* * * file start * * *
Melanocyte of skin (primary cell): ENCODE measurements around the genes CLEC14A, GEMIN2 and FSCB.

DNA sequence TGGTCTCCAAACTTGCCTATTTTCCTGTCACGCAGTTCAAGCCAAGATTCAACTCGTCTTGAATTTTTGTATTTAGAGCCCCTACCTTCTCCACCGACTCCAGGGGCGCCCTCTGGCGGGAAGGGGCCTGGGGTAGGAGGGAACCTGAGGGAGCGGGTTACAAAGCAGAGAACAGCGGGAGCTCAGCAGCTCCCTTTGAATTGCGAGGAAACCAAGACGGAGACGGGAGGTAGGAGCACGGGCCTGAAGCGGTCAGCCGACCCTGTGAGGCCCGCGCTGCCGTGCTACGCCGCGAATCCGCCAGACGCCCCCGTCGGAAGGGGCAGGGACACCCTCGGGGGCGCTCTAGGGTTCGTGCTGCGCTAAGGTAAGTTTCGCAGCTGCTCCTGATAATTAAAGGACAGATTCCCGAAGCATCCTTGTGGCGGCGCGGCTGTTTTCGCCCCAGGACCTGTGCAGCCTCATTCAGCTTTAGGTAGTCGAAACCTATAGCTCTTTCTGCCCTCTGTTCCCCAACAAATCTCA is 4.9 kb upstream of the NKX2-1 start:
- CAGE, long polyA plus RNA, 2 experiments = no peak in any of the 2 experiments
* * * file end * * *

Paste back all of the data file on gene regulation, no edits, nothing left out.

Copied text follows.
Melanocyte of skin (primary cell): ENCODE measurements around the genes CLEC14A, GEMIN2 and FSCB.

DNA sequence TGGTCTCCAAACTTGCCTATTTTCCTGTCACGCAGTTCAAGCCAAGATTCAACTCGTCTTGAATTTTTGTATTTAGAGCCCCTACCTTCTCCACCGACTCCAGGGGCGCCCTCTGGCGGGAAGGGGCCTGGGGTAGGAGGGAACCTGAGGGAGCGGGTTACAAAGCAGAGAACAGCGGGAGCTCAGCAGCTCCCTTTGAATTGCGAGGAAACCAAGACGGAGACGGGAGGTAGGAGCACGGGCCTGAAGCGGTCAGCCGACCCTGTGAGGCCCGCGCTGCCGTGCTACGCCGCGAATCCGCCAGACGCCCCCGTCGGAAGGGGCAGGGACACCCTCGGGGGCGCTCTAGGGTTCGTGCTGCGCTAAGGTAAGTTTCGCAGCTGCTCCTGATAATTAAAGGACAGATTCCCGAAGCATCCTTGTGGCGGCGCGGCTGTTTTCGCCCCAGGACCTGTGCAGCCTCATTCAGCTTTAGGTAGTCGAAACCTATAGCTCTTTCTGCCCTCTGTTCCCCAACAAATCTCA is 4.9 kb upstream of the NKX2-1 start:
- CAGE, long polyA plus RNA, 2 experiments = no peak in any of the 2 experiments